The best part about the success of "The Martian" is that it gives authors like me hope. It does not matter that some people  will dislike your book because it is not to their taste. There will always be people who love what you do and rave about it on Amazon. Hopefully, there will be lots of those people.

Now, if you'll excuse me, I'm going to try to see if I can create a bestseller. I wonder if "O Superman" is available on Youtube....

Henry Hellfire Hubbard

Today saw the retirement of the man considered by many to be the worst prophet in the world. For over fifty years, Henry "Hellfire" Hubbard has made no less than two hundred and fifty end-of-the-world predictions. That is an astonishing average of one prediction per week.

The fact that not a single prophecy has ever come true does not seem to bother Henry. He puts the failure of Armaggedon to materialize down to God moving in mysterious ways. Indeed, Henry is so convinced that he hears the Lord's voice that he has spent most of the past fifty years in a bunker in his back yard, along with fourteen members of his immediate family and enough food and water to last three months.

From these cramped accomodations, Henry broadcasts his daily family radio show "The End is Nigh. We're All Going to Die" across the entire nation. Even today, Henry believes that the end of the world is, indeed, nigh.

But Henry does not just predict Armaggedon. He also offers regular prophetic words on many other subjects, none of which have actually ever come to pass. In fact, his record of unfulfilled prophecy is so comprehensive that mathematicians at the local university are using him as a subject for a paper. Even if someone were to make a blind guess, the laws of probabilty predict at least an occasional hit. Henry's failure to foresee a single event has made him a statistical anomaly. Researchers at the university are proposing to use Henry as an anti-predictor. Ironically, his 100% failure rate means that his prophetic words do actually have some predicitve value.

During the course of our interview in the sub-basement of his nuclear-proof bunker, Henry "Hellfire" Hubbard told me that the world would be destroyed by a comet before the end of the day. He also told me that I would be using "some form of vehicular transportation" that afternoon and that I would "dine on food and drink" that very evening. As it turns out, my car would not start and the local bus drivers were on strike so I had to walk home. By the time I arrived at my house, I was too tired to eat and went straight to bed. I woke the next morning to find that the world had not been destroyed by a comet.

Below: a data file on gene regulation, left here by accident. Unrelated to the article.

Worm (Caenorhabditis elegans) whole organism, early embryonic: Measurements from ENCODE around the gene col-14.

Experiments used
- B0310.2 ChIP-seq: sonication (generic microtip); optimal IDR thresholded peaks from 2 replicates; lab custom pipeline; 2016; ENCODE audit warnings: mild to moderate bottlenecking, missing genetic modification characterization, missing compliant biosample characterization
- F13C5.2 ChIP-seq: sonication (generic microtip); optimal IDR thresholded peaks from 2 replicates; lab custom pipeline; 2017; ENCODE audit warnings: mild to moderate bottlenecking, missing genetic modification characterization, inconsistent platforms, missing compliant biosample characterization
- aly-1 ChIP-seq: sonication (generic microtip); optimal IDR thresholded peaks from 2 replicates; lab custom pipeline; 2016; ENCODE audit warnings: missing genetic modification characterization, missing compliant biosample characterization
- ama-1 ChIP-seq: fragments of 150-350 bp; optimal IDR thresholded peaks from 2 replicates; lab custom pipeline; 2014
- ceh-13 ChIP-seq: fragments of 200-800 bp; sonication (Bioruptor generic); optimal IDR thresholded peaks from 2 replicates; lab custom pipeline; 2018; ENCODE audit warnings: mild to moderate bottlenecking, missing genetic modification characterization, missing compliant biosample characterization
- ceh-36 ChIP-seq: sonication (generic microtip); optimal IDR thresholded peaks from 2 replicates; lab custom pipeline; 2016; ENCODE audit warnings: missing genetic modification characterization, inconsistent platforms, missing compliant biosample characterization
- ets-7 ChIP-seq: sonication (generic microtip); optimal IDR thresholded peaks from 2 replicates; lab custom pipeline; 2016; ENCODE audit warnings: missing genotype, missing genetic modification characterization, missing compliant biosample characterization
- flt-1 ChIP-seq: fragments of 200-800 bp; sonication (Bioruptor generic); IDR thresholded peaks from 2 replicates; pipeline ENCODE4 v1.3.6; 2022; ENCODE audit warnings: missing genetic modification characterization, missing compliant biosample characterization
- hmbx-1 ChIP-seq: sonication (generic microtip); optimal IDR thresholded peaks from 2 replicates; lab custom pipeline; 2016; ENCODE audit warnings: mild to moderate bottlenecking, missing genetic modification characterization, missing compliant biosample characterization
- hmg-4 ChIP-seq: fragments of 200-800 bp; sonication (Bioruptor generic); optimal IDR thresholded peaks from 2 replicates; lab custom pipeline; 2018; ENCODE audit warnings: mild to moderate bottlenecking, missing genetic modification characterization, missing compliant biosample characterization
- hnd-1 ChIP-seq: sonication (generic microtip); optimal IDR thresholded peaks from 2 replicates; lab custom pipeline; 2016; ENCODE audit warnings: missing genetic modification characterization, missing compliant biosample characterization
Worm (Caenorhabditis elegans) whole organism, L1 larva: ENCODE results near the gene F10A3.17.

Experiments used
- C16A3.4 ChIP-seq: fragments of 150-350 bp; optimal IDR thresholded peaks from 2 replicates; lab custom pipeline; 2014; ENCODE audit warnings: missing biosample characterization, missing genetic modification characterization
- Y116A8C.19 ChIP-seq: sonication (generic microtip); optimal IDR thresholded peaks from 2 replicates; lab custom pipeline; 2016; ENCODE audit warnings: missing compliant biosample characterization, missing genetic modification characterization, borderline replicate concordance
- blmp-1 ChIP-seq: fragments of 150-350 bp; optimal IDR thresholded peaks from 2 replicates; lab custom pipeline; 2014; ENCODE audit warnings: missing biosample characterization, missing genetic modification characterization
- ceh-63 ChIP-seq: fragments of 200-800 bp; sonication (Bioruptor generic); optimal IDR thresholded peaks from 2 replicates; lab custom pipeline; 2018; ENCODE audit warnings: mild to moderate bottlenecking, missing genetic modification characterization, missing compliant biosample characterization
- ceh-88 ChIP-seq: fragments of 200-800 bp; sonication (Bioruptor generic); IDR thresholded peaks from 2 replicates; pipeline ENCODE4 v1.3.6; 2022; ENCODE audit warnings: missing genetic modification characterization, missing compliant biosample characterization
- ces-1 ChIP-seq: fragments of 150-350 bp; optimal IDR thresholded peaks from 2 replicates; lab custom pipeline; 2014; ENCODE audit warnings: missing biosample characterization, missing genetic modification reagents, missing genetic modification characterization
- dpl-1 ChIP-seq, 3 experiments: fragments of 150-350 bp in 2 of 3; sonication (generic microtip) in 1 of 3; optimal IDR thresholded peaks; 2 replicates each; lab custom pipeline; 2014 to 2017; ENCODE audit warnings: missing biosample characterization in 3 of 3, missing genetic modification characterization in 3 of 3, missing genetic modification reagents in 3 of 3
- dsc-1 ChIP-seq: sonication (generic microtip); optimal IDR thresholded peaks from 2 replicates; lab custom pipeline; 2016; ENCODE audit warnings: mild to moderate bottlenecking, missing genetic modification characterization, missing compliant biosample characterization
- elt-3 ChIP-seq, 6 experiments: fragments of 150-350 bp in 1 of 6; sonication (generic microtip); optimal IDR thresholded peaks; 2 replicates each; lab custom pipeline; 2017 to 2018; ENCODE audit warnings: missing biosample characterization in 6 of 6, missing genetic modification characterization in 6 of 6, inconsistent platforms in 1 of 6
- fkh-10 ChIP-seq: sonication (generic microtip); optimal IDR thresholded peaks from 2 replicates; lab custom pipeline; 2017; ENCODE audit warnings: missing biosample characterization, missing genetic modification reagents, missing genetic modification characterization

Henry "Hellfire" Hubbard, I salute you.

The Internet has no manners!

Where would we be without the Internet? It has come to saturate our lives and has reached the point of being almost essential in the western world. I consider myself a light user but I cannot remember a single day over the past few years when I did not go online. Sure, there are days when I was travelling but, apart from separation through necessity, I have dropped in on the Web every single day.

Mostly I read the news, check emails, and do research. I also maintain my author website (you're on it now) and do the occasional bit of shoppng. Once in a while I do the social networking thing. By this I mean Twitter and Google+. I don't do Facebook anymore because the whole thing irks me for reasons I struggle to explain.

Being a part of this social networking scene brings with it a certain amount of intrusion. Almost every site now has the big Facebook "F" symbol, or the little white bird representing Twitter, or the "G+" for Google. This I don't mind. What does irritate me are the emails reminding me to complete my profile, or to tell me that someone has started a new job (thanks Linkedin), or that they have uploaded a new profile picture (farewell Facebook). These I can live with. What irritates me is the manner in which they tell me these things.

If you watch TV, you'll have seen infomercials, or perhaps you watch the shopping channels. Have you noticed how bossy they are? They don't present the telephone number as a courtesy in case you might want to make a purchase. They don't behave like a cashier in a shop waiting patiently for you to bring the selected items to their counter. They don't approach you in the subtle manner of a restaurant waiter who surreptitiously slips you the bill out of sight of prying eyes. No, they demand you call. And not when you are ready. You have to call them now! You have to find your credit card and call them immediately! No dilly-dallying. No stopping at the kitchen on the way. You have to do it now! Right now!